Seattle Times Editorial: BPA, the next 75 years

Managing Northwest hydropower interests puts the Bonneville Power Administration into local frays and national skirmishes.

January 28, 2013

THE Bonneville Power Administration bids farewell to a good steward of a major Pacific Northwest institution and asset, as it welcomes a new administrator.

Steve Wright is stepping down as chief executive of BPA at the end of January. He has been in the top job since November 2000, in a long career that began with the power-marketing agency in 1981.

BPA was 75 years old in 2012, which means its role in the regional economy has long been taken for granted. The availability of cheap hydropower has driven everything from the development of an atomic weapon to the aerospace industry, aluminum plants, agricultural irrigation, server farms and, now, the bright lights to grow marijuana.

BPA’s dams have provided electricity, enabled the development of inland ports and caused havoc with salmon populations.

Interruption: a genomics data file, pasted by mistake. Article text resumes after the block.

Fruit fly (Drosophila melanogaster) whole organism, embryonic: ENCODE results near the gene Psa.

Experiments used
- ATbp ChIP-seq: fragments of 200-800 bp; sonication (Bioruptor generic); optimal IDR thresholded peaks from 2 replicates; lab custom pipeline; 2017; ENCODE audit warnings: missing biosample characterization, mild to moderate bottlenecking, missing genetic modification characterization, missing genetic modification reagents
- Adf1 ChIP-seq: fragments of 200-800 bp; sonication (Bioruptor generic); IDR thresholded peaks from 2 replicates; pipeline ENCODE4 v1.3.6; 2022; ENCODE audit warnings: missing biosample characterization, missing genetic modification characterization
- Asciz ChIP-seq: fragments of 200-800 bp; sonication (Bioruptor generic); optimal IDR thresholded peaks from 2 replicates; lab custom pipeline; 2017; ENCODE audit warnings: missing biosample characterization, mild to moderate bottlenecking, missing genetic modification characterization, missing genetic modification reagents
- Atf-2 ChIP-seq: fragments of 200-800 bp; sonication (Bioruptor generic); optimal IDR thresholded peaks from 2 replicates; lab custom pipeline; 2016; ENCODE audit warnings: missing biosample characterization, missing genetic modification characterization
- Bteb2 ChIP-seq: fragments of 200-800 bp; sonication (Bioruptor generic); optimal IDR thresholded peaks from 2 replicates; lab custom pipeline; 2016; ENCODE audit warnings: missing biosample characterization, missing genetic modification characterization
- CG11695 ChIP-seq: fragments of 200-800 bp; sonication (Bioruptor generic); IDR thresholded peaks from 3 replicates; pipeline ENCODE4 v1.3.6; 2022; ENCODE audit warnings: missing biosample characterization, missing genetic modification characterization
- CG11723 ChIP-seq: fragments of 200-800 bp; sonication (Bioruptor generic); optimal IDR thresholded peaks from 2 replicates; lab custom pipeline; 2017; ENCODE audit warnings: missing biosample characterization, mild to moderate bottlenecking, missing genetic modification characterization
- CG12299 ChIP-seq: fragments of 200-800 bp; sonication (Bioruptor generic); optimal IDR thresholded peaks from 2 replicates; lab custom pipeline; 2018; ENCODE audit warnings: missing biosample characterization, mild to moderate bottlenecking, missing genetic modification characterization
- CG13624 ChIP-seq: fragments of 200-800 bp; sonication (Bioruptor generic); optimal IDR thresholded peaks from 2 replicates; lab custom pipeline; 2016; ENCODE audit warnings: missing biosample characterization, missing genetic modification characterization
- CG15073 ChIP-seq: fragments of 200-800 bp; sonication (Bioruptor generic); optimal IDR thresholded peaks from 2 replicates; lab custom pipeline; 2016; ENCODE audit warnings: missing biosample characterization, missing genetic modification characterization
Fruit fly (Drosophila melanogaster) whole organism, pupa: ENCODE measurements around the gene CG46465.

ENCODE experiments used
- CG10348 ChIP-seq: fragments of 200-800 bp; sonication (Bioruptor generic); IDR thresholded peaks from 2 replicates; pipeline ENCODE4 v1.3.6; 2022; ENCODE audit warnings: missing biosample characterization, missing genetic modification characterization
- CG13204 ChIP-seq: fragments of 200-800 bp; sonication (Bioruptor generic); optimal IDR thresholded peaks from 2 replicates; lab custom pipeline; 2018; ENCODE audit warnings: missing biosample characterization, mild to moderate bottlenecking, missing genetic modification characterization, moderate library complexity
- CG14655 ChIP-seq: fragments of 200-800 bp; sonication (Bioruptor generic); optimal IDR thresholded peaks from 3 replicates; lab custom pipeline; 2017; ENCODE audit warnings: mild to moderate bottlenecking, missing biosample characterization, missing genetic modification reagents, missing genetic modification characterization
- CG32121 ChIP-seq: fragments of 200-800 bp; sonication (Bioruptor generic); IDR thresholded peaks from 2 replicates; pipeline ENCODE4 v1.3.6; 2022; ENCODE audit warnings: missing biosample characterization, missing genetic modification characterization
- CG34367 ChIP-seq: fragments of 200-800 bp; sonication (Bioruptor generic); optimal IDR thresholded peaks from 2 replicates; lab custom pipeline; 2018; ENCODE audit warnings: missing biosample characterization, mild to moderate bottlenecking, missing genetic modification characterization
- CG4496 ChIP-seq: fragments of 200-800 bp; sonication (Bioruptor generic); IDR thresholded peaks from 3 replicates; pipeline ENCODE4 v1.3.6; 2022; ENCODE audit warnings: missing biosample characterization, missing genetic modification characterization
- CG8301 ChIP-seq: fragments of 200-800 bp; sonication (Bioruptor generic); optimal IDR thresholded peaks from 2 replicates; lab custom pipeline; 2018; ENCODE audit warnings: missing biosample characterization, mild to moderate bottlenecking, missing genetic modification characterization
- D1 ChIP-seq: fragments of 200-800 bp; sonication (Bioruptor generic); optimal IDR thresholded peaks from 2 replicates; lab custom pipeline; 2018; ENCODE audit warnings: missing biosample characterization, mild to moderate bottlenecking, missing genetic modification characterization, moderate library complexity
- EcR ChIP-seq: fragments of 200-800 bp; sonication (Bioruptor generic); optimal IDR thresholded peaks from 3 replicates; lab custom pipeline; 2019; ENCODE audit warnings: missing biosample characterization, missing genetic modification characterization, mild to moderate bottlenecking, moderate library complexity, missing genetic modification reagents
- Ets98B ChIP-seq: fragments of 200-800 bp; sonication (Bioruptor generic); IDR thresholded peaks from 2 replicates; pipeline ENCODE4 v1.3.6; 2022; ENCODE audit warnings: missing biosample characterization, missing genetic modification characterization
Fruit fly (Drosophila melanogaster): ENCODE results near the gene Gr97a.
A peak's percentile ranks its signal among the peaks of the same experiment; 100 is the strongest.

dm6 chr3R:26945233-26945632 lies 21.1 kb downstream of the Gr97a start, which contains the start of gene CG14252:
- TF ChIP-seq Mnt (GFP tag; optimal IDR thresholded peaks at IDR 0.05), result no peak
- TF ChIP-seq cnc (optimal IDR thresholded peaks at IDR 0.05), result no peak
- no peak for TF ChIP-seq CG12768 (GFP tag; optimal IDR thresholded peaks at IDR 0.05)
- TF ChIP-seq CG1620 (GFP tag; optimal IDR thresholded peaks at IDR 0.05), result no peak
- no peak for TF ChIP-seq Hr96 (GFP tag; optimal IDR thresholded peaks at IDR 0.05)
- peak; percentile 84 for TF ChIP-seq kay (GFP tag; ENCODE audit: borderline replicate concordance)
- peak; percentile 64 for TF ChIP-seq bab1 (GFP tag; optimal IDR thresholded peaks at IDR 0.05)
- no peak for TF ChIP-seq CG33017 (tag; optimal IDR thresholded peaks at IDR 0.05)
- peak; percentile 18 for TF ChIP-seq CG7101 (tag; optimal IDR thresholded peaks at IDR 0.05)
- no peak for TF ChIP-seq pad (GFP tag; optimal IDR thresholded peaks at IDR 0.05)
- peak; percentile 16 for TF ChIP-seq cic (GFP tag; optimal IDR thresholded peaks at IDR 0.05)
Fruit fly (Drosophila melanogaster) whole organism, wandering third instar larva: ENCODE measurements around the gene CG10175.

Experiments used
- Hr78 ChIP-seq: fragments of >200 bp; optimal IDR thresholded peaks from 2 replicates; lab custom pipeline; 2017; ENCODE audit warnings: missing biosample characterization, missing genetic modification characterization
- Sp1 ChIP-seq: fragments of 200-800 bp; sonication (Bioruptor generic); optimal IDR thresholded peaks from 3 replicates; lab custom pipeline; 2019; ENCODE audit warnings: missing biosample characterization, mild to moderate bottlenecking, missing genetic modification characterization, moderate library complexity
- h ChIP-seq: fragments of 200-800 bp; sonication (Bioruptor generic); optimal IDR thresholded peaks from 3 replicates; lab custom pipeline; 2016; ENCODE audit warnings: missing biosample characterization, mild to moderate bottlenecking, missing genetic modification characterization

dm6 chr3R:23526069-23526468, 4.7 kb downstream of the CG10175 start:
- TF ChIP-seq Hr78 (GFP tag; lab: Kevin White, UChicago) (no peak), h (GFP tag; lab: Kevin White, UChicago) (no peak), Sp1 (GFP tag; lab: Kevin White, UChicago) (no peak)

Wright has been in the middle of all the fights. He gets credit for doing a good job under difficult circumstances in the wake of the West Coast energy-marketing crisis in the early 2000s.

He also receives praise for reviving BPA’s energy conservation and efficiency efforts.

Wright earns lower marks for BPA’s stunted efforts to restore endangered salmon with a mantra about improving habitat.

Wright leaves his post after recent tensions over integrating wind power into the region’s menu of energy options.

His successor is Bill Drummond, who comes on board as an epic federal court battle over salmon, which has been in a court-ordered hiatus, will return to life.

Drummond joined BPA in October 2011 as deputy administrator.

He was manager of the Western Montana Electric Generating and Transmission Cooperative in Missoula, Mont., for 17 years.

He led the Public Power Council, representing the Northwest’s publicly owned utilities, from 1988 to 1994.

Drummond knows the region, BPA and its customers. That was Wright’s strength, along with an affable manner.

Save Our wild Salmon is a diverse, nationwide coalition working together to restore wild salmon and steelhead to the rivers, streams and marine waters of the Pacific Northwest for the benefit of our region's ecology, economy and culture.

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